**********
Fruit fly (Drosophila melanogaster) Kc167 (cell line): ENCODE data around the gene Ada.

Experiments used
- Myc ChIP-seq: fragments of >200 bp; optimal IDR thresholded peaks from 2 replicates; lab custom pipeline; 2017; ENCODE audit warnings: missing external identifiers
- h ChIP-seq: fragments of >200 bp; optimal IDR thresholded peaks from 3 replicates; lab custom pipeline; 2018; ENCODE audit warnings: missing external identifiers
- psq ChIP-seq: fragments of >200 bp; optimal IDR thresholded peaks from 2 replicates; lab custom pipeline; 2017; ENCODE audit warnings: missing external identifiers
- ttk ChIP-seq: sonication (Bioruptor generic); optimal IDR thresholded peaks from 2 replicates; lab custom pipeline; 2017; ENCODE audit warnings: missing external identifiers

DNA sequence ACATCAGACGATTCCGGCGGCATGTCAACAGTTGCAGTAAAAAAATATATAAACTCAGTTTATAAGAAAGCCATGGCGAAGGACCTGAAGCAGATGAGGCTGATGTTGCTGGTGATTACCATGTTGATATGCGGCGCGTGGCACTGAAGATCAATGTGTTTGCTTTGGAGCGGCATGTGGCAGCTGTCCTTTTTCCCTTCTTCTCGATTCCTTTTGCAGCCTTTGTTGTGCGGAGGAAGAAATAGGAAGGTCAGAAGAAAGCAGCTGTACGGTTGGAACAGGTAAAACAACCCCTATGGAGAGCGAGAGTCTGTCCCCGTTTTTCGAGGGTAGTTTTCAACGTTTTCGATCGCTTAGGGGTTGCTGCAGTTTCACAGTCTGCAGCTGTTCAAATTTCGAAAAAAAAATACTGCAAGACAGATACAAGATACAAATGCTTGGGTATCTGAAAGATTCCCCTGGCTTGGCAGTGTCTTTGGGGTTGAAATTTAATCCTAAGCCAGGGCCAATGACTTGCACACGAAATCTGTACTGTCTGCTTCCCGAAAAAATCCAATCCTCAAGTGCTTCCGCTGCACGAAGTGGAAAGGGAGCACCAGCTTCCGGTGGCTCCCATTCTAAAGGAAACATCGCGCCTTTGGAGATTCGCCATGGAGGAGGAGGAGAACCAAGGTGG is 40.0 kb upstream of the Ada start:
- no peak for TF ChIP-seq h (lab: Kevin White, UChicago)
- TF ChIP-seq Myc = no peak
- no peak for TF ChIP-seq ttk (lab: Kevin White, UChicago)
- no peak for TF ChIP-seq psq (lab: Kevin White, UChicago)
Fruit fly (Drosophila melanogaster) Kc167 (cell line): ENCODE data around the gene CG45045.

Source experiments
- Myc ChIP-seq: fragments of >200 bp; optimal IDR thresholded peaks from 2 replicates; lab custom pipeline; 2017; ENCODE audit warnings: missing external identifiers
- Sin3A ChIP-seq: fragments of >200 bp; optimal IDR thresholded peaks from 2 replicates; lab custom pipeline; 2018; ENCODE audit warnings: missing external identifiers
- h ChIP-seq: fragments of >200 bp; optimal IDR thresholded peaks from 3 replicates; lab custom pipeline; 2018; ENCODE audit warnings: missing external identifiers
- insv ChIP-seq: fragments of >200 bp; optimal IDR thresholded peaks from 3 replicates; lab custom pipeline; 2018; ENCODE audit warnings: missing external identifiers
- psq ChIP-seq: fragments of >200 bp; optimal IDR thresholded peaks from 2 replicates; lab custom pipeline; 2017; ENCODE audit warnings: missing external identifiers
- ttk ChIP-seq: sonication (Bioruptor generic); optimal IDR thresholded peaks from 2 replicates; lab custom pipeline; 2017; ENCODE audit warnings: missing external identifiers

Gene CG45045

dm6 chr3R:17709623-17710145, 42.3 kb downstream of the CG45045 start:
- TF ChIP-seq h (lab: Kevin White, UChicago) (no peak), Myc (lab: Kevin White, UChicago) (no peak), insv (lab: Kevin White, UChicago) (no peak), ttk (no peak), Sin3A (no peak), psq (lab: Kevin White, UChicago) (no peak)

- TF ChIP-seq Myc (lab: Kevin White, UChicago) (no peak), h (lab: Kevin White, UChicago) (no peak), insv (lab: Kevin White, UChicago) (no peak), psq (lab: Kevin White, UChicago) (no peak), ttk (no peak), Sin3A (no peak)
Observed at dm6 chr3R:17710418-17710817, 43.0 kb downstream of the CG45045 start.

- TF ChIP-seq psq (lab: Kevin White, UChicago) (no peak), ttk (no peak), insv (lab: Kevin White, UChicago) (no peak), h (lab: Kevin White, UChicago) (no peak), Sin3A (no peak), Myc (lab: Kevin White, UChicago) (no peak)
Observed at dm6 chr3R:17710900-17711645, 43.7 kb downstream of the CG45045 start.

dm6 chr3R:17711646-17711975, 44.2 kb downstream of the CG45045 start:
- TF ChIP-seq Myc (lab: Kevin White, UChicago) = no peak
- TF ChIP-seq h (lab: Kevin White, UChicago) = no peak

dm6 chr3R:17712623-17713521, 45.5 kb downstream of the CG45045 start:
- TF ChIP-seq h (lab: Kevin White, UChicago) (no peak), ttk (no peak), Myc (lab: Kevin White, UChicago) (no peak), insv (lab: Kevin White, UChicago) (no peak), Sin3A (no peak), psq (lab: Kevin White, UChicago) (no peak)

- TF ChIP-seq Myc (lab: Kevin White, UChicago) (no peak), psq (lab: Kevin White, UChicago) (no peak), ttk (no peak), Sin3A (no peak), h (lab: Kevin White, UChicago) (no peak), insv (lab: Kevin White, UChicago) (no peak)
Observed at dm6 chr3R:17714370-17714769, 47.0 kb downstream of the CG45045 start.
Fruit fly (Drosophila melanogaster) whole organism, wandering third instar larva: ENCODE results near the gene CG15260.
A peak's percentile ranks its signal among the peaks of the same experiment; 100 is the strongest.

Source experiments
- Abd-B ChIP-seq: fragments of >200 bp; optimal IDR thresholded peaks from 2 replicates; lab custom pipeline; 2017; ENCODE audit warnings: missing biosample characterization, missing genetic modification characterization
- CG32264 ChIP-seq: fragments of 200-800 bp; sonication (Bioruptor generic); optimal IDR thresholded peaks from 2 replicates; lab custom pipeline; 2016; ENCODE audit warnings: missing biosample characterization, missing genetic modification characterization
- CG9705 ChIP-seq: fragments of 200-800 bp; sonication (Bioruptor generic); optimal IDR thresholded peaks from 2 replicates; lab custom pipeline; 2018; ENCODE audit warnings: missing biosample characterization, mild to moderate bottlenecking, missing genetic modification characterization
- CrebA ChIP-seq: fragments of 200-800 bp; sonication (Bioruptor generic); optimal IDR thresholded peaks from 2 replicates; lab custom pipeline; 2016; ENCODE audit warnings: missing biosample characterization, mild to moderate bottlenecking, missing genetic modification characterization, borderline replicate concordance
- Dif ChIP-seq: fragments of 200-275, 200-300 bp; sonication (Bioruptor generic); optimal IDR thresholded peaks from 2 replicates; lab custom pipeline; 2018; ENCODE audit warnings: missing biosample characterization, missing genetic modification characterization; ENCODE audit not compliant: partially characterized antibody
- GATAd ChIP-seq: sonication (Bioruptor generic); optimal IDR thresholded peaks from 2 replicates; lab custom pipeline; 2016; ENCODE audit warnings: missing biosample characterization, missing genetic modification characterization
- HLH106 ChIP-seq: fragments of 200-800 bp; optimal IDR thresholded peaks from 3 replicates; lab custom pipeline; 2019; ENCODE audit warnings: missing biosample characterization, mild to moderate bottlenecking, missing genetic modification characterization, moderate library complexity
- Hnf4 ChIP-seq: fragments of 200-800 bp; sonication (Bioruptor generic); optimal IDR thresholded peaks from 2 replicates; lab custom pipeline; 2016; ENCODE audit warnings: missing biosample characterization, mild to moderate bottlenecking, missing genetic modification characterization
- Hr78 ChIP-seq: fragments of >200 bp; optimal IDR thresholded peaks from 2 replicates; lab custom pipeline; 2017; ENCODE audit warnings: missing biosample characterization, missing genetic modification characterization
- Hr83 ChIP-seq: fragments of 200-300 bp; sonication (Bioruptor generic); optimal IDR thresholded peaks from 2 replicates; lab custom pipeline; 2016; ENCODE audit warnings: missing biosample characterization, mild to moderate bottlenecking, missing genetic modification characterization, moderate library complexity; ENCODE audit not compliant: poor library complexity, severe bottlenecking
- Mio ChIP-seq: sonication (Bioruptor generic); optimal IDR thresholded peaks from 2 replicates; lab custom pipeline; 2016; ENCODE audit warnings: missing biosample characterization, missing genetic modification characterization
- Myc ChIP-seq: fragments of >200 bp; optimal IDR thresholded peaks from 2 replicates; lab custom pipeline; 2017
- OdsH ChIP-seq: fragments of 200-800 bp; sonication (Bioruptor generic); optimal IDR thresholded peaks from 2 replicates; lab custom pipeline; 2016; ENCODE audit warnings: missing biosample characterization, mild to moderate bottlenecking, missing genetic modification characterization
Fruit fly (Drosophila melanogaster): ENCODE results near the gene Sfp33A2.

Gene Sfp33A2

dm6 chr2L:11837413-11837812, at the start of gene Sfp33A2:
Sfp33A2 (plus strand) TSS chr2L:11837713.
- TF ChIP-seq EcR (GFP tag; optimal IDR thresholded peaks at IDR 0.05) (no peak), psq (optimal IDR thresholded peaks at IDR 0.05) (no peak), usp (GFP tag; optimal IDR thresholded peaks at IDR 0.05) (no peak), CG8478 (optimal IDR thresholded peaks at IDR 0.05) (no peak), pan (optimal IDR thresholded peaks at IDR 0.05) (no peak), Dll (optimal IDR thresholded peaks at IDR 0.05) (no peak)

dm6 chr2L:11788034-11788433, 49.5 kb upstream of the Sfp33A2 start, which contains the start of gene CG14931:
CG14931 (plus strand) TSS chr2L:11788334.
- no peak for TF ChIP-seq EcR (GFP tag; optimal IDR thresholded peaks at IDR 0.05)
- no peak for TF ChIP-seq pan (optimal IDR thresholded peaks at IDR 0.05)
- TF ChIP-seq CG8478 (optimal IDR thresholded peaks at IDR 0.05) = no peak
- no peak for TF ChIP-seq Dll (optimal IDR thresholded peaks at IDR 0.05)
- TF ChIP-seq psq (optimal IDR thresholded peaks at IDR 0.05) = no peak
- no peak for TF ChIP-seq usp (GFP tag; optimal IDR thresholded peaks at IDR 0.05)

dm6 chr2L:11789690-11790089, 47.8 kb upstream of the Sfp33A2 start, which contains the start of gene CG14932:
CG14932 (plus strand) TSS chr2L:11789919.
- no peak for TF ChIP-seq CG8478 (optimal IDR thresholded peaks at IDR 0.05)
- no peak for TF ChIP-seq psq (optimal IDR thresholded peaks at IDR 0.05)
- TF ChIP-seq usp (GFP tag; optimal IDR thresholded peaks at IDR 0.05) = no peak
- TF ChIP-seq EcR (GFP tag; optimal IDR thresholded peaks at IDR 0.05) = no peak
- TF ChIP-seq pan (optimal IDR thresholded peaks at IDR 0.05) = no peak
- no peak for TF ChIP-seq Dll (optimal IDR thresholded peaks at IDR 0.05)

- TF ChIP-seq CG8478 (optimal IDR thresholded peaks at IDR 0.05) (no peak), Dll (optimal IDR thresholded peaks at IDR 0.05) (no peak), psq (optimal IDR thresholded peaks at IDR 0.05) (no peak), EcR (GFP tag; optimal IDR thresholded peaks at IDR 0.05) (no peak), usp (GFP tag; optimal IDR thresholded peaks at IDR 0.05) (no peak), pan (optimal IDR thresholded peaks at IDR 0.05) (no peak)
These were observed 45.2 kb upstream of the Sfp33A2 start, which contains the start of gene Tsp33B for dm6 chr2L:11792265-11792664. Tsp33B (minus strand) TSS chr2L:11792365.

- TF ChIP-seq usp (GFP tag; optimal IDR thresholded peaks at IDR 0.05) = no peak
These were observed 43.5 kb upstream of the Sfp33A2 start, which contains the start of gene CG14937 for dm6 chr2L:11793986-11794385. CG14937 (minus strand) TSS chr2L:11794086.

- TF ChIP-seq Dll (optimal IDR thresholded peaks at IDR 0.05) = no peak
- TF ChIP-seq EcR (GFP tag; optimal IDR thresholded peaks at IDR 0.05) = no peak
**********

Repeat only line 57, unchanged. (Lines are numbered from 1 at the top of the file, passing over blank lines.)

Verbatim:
- no peak for TF ChIP-seq EcR (GFP tag; optimal IDR thresholded peaks at IDR 0.05)